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This article is for people who want to control their PC and author text using their voice with Windows. This article is part of the Accessibility support for Windows content set where you can find more information on Windows accessibility features. For general help, visit Microsoft Support home.

Use voice access commands to edit the text you are working on. You can cut, copy, and paste text, apply bold or italic formatting, and convert text into all caps by using direct voice commands. For a list of voice access commands, go to Voice access command list.

Voice access is a new feature in Windows 11 that enables everyone, including people with mobility disabilities, to control their PC and author text using only their voice and without an internet connection. For example, you can open and switch between apps, browse the web, and read and author email using your voice. For more information, refer to Use voice access to control your PC & author text with voice.

Voice access is available in Windows 11, version 22H2 and later. For more information on Windows 11 22H2 new features, and how to get the update, see What's new in recent Windows updates. Not sure which version of Windows you have? See: Find Windows version.

If you want to edit the text that you had just been working on, voice access has different commands for doing so. For example, if you had just dictated the line "working with apps and dictating text" and want to rephrase the line, say "Delete that" and voice access will remove the entire line you had just dictated.

Word document showing the voice access command for inserting text.

Word document showing the voice access command "Delete that."

If you want to edit a specific phrase and there are multiple instances of the phrase present, voice access places numbered labels on all matches. You can then select which specific instance you want to edit. 

For example, to apply bold formatting to the word "voice," say "Bold voice." Because there are multiple occurrences of the word, voice access shows numbered labels on each occurrence. To edit the word "voice" at the beginning of the second line, say "Click two."

Word document showing the voice access command "Bold."

To do this

Say this

Example

Delete the selected text or last dictated text.

"Delete that"

Delete a specific piece of text in a text box.

"Delete <text>"

"Delete hello world"

Delete previous or next character(s), word(s), line(s), or paragraph(s).

"Delete previous <number of characters, words, lines, or paragraphs>" or "Delete next <number of characters, words, lines, or paragraphs>"

"Delete previous word," "Delete next two lines," "Delete previous paragraph"

Cut the selected text or last dictated text.

"Cut that"

Copy the selected text or last dictated text.

"Copy that"

Paste text in a text box.

"Paste"

Undo or revert previous action.

"Undo that"

Redo or restore previous action.

"Redo that"

Apply bold formatting to a specific piece of text.

"Bold <text>"

"Bold hello world"

Apply italic formatting to a specific piece of text.

"Italicize <text>"

"Italicize hello world"

Underline a specific piece of text.

"Underline <text>"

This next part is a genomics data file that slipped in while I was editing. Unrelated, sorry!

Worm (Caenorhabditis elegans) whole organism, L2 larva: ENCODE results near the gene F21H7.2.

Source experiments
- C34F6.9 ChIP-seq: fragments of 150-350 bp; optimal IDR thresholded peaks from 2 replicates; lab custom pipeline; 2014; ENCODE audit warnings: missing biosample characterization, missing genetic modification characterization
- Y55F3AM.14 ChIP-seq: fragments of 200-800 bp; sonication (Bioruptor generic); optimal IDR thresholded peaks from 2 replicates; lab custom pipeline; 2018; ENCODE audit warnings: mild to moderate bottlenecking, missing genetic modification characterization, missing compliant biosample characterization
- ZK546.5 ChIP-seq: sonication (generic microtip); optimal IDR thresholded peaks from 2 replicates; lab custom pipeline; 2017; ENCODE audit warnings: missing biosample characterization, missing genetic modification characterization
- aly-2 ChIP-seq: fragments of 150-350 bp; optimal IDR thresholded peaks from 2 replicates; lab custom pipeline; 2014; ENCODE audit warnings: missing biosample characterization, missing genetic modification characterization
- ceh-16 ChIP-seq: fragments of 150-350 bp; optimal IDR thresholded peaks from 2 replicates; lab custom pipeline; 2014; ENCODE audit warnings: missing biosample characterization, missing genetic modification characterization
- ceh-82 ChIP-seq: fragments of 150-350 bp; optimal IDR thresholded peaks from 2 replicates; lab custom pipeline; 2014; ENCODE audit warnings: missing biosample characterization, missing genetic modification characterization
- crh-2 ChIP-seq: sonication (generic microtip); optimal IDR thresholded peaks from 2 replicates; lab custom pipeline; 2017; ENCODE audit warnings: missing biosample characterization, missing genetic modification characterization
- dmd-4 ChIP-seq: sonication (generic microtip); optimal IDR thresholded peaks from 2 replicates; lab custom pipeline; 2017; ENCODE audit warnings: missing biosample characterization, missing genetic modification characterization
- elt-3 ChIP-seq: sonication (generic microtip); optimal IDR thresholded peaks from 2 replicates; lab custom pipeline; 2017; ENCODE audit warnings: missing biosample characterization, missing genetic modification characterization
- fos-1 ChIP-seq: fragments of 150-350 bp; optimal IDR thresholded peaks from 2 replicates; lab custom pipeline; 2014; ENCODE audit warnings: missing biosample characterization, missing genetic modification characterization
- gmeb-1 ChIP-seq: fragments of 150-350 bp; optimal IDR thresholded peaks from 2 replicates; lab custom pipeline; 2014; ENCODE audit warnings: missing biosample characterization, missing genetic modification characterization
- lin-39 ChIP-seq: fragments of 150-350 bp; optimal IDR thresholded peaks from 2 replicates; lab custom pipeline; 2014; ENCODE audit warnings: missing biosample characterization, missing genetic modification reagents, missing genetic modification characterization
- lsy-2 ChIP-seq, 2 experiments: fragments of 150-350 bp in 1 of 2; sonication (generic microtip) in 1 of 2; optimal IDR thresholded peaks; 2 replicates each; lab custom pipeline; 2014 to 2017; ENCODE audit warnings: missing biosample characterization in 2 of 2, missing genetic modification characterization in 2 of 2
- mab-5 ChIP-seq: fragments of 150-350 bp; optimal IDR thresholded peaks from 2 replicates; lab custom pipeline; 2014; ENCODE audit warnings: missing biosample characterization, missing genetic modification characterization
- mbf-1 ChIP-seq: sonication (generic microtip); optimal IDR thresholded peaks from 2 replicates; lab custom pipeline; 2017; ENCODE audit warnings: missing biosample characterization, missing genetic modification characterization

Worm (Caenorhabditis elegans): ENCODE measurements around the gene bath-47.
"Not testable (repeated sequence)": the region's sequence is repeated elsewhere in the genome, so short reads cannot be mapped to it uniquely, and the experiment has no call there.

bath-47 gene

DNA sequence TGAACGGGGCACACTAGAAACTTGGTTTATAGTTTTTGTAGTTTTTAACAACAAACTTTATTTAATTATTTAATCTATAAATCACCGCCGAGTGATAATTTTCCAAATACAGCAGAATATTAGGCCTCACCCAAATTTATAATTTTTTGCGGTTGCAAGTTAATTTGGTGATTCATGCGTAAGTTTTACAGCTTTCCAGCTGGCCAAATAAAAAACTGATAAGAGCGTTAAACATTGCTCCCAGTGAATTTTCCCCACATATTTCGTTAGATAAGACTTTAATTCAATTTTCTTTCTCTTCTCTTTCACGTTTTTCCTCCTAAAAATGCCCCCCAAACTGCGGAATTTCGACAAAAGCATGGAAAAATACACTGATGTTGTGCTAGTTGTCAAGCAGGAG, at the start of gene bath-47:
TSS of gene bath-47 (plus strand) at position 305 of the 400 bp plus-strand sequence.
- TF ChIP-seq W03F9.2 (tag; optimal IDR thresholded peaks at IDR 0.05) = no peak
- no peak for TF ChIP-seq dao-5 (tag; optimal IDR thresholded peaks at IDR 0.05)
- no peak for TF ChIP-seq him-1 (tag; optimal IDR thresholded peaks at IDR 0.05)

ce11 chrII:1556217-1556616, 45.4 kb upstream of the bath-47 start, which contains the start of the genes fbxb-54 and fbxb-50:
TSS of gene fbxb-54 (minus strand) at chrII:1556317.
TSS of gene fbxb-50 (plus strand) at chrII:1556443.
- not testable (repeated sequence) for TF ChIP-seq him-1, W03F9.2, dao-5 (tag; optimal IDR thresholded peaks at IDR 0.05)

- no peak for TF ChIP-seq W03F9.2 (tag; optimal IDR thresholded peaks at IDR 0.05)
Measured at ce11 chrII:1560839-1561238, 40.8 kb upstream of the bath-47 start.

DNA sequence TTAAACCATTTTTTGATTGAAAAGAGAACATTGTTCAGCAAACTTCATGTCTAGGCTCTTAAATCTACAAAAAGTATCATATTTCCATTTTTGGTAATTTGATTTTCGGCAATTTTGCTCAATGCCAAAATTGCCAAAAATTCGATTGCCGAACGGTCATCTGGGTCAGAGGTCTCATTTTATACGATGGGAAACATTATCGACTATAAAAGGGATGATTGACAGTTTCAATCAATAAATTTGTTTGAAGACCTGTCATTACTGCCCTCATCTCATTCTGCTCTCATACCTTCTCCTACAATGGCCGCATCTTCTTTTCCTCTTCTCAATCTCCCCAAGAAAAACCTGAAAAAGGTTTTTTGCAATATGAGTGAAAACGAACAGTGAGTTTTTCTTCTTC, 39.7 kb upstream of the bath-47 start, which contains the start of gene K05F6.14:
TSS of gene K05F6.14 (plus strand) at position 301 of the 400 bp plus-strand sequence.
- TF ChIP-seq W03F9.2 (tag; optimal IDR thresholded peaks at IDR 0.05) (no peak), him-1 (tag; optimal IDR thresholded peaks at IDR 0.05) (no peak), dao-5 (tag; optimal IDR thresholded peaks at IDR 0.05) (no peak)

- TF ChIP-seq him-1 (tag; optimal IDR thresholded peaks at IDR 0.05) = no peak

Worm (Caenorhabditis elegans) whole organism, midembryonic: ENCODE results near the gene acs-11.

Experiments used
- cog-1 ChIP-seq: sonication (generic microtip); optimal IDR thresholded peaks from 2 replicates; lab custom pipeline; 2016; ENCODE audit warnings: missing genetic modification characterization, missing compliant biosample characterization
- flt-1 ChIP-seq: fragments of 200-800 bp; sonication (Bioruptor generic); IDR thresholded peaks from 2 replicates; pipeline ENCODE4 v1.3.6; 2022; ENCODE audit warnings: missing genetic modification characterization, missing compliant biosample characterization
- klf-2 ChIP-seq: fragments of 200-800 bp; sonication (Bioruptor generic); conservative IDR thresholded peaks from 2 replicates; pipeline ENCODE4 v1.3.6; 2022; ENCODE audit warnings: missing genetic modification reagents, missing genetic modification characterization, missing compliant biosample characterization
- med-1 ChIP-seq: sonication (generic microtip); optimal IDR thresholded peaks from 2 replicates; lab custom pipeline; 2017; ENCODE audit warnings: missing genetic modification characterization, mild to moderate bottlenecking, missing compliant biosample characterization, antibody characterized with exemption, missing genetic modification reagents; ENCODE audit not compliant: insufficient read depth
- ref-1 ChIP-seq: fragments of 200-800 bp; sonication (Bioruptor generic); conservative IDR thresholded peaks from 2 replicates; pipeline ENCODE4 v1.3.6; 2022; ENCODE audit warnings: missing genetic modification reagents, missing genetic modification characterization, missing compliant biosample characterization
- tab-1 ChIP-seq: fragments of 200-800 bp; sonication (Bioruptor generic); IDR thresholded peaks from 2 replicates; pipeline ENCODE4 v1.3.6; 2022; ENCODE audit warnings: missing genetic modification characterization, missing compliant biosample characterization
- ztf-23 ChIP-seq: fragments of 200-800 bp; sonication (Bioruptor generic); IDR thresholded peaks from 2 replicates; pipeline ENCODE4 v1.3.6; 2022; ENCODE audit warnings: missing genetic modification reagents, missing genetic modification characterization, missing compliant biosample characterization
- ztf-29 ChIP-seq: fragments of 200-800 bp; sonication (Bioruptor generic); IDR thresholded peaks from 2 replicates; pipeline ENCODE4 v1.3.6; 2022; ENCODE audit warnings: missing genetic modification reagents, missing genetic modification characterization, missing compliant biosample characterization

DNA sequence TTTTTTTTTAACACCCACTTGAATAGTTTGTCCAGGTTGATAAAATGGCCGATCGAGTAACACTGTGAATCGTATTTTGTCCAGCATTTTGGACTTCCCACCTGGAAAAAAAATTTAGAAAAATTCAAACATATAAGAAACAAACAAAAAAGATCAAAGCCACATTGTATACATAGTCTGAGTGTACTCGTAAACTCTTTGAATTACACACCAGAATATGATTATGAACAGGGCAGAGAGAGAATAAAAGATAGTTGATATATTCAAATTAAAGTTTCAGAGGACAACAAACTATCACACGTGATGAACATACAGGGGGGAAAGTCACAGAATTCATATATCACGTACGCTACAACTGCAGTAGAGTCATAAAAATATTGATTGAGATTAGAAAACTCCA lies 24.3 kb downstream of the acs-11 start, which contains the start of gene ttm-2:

"Underline hello world"

Capitalize the first letter of a specific word.

"Capitalize <word>"

"Capitalize hello"

Capitalize all the letters of a specific word.

"Uppercase <word>"

"Uppercase hello"

Change all the letters in a specific word to lowercase.

"Lowercase <word>"

"Lowercase hello"

Take action on the selected text or last dictated text.

"<Action> that"

"Capitalize that," "Uppercase that," "Lowercase that"

Take action on the next or previous word(s), line(s), or paragraph(s)

"<Action> previous <number of words, lines, or paragraphs>" or "<Action> next <number of words, lines, or paragraphs>"

"Capitalize previous two words," "Uppercase next two lines"

Notes: 

  • If you have already selected a piece of text with specific selection commands or by other input methods (for example, keyboard or mouse) and then say an editing command using the structure "<Action> that," for example "Delete that," voice access will apply the command to the selected piece of text.

  • The "Uppercase" command changes the entire selected text to uppercase. The "Capitalize" command only changes the case of the first letter of every word in the selection to uppercase.

Word document showing the voice access command "Capitalize."

Word document showing the voice access command "Uppercase."

If the editing commands fail, try using the selection commands and then the standard keyboard shortcuts to do the editing (for example, "Press Backspace" or "Press Control B"). For more info, refer to Use the keyboard with voice.

See also

Use voice to work with windows and apps

Use voice to interact with items on the screen

Navigate text with voice

Use the mouse with voice

Use the keyboard with voice

Dictate text with voice

Voice access Frequently Asked Questions

Technical support for customers with disabilities 

Microsoft wants to provide the best possible experience for all our customers. If you have a disability or questions related to accessibility, please contact the Microsoft Disability Answer Desk for technical assistance. The Disability Answer Desk support team is trained in using many popular assistive technologies and can offer assistance in English, Spanish, French, and American Sign Language. Please go to the Microsoft Disability Answer Desk site to find out the contact details for your region.

If you are a government, commercial, or enterprise user, please contact the enterprise Disability Answer Desk.

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